Taxpayers of the Arizona county are shelling out millions in settlements to compensate victims of the systematic abuses committed by Sheriff Joe Arpaio and D.A. Andrew Thomas. The latest settlement, $1.4 million, was to a developer whose office was ransacked as part of a series of raids conducted against Arpaio’s and Thomas’s political enemies, purportedly in search of evidence of political corruption. “Thomas was disbarred for his actions last year, but Arpaio was re-elected to a sixth term as sheriff in November.” When organized lawyers display higher ethical standards than an electorate, I’m not sure it reflects well on the electorate. [Aaron Kase, Lawyers.com, Phoenix New Times; earlier on Arpaio and on Thomas]
Bad enough when the media caters to this sort of thing, but when government itself does it, you may have crossed into Arpaio territory [Coyote] Related: David Kravets, Wired.
Coyote reports from Maricopa County, Arizona. And speaking of which, the furor over the erratic doings of Sheriff Joe Arpaio and his allies keeps getting hotter: Coyote, Greenfield, Bennett, etc.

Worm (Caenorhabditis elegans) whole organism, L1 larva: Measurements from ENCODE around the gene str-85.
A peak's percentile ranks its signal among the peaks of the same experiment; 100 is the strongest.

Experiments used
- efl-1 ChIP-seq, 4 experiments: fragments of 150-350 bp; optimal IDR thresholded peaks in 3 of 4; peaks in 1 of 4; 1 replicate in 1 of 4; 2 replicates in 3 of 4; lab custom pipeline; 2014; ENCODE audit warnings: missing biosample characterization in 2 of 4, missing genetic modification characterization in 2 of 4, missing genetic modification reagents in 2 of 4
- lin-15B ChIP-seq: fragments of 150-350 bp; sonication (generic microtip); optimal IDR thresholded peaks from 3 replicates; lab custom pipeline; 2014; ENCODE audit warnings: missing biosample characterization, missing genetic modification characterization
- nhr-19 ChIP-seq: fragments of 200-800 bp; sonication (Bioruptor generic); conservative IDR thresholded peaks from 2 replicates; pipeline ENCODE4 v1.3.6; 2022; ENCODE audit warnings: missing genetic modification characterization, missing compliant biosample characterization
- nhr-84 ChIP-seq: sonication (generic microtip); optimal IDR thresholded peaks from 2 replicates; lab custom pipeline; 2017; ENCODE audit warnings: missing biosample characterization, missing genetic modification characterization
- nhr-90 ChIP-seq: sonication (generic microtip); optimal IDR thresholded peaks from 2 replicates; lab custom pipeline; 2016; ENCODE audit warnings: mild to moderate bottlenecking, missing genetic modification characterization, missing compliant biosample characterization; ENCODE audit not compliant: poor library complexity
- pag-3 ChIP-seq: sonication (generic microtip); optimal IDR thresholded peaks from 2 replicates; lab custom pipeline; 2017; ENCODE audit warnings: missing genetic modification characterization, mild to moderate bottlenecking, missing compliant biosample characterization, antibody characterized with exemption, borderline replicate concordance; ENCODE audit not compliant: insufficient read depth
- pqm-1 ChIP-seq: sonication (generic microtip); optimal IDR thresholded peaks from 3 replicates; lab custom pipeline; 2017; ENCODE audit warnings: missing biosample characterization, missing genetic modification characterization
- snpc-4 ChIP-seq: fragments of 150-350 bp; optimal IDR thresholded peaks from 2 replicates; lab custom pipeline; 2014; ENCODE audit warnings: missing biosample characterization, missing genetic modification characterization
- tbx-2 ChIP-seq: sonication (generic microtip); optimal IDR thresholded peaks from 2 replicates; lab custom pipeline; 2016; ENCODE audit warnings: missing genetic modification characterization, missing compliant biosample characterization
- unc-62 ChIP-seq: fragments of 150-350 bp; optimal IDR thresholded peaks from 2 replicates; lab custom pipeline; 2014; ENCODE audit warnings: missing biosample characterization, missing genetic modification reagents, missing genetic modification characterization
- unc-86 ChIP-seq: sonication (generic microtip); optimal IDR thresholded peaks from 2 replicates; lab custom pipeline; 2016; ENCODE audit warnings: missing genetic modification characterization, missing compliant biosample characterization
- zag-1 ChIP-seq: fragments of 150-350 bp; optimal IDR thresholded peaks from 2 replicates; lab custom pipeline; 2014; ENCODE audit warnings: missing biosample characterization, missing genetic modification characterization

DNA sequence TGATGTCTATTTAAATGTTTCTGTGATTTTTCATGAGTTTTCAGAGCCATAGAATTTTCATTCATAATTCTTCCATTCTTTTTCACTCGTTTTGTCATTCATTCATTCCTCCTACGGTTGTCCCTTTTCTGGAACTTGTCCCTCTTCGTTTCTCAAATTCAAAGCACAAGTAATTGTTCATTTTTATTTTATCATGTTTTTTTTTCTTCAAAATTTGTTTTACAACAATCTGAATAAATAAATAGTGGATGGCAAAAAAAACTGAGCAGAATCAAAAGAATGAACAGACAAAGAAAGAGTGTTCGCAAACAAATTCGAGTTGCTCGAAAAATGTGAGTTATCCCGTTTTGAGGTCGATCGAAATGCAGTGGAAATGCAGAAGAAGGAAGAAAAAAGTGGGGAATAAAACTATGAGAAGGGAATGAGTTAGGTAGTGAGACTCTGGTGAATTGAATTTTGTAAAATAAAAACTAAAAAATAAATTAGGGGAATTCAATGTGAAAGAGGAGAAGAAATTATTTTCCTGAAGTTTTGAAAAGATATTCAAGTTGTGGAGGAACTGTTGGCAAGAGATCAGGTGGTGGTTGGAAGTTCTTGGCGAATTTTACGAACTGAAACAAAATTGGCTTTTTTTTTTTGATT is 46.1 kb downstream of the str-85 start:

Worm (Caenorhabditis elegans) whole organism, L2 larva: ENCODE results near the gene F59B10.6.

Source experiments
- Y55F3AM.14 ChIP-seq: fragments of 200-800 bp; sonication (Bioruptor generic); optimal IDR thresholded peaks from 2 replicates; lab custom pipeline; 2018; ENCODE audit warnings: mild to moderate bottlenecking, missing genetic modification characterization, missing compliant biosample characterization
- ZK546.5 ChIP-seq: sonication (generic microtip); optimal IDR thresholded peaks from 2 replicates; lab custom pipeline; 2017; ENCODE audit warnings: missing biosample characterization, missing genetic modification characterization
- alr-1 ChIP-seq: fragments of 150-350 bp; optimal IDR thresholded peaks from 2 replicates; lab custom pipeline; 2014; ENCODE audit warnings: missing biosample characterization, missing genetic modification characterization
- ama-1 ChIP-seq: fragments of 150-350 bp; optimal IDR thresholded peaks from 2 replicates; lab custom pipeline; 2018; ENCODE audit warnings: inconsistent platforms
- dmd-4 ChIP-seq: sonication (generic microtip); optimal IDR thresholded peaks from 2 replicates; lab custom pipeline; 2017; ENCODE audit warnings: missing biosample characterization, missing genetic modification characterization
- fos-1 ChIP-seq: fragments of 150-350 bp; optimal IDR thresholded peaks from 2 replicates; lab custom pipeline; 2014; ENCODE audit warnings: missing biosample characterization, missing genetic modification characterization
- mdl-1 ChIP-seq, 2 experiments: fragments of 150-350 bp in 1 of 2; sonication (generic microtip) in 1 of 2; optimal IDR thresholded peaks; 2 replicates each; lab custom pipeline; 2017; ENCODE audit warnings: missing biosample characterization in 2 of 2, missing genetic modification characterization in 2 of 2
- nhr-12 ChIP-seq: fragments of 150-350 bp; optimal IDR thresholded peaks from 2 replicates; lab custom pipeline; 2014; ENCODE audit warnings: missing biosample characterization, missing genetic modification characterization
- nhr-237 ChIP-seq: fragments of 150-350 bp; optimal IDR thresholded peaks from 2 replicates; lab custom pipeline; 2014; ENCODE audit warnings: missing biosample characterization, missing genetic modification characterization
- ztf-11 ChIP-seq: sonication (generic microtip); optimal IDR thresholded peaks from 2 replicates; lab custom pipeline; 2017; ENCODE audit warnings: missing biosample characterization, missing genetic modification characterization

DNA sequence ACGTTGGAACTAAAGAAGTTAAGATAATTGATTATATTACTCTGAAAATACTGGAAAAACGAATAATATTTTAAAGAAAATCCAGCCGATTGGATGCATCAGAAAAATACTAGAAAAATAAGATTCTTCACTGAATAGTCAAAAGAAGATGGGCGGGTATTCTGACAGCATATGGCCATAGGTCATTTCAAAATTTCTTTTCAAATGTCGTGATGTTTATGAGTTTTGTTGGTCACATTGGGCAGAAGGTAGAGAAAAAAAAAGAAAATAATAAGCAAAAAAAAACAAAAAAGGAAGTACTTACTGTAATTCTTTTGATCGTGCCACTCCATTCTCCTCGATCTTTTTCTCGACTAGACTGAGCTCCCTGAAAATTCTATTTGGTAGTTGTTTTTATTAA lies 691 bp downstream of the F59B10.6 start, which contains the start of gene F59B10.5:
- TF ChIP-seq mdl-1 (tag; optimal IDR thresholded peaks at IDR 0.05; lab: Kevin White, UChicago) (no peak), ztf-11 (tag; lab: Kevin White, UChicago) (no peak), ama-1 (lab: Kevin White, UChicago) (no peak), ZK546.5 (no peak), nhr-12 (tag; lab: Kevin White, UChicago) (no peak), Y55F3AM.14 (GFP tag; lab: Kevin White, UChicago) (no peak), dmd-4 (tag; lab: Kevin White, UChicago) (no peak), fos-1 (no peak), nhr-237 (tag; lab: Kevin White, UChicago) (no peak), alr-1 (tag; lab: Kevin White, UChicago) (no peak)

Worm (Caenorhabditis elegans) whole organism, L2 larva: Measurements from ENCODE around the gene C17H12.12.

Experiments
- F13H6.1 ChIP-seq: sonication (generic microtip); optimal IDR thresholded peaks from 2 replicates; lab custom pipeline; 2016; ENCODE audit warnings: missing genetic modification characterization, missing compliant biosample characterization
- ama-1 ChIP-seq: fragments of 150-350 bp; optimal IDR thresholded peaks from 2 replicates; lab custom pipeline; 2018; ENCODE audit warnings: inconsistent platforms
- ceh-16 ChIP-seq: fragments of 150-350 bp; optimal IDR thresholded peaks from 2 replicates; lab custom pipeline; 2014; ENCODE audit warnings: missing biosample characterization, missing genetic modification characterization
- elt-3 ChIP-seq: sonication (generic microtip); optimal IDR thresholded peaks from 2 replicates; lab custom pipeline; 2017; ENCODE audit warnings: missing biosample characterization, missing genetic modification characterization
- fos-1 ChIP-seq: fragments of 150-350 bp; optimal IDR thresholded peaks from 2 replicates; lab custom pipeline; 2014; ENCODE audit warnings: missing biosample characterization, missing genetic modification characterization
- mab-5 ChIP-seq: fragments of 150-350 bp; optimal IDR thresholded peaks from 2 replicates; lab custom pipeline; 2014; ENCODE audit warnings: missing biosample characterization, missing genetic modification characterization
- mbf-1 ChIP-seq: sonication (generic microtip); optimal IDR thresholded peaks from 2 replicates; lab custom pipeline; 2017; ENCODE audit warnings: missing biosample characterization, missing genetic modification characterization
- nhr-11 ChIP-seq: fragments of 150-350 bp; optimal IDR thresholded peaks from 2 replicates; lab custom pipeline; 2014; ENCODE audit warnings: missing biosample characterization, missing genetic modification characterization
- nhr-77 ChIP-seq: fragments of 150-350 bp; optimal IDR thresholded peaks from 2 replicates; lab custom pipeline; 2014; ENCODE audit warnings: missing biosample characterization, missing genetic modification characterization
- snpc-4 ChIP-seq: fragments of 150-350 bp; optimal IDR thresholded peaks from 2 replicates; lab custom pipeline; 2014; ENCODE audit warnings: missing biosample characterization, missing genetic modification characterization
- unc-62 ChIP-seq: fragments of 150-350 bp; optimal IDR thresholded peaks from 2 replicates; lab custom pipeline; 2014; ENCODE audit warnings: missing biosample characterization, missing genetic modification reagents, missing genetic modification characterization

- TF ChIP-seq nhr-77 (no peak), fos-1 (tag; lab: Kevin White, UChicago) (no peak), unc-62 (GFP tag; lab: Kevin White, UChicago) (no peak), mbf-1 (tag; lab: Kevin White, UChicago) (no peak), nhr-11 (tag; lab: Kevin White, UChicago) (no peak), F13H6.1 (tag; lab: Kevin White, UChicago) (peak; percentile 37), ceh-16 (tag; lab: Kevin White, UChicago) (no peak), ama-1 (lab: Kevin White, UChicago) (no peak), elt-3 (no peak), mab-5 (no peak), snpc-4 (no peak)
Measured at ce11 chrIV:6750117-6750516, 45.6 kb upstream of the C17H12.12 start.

More on Maricopa-cabana: “New Turmoil in Embattled Ariz. County as Appeals Court Bans Sheriff from Searching Judge’s Computers” [ABA Journal]; “Rule of law erodes further in Maricopa County” [Clint Bolick, Goldwater Institute]
New Jersey dental assistant Amber Arpaio found herself an asterisk-to-an-asterisk in the history of political scandals when it was reported that Ashley Dupre used Arpaio’s lost driver’s license to pass for more than 17 when she made a “Girls Gone Wild” video that later became notorious after the exposure of Dupre’s paid liaison with Gov. Eliot Spitzer. So now Arpaio is suing Dupre and Joe Francis, impresario of the “Girls Gone Wild” series. The news coverage of the lawsuit contains no indication that Arpaio suffered any damage to her credit record or other tangible interests from the affair, but she wants upwards of $10 million in cash solace for defamation and invasion of privacy, and, per her attorney, because “when someone searches her name on the Internet, pornographic material comes up.” Much better, when someone searches her name on the Internet, for intimations of litigiousness to come up. (Nancy Dillon, “Duped by Dupre: N.J. woman charges Spitzer call girl with identity theft”, New York Daily News, Jul. 17; AP/Comcast, Jul. 17)(& Prettier Than Napoleon). Plus: complaint at The Smoking Gun (h/t commenter VMS).
More 7/22: Thanks to commenter Eric Turkewitz for pointing out that Dupre had posed as Arpaio in actual news coverage, not just in the signing of film releases and the like, which makes the basis for the suit less unreasonable than I had hastily assumed.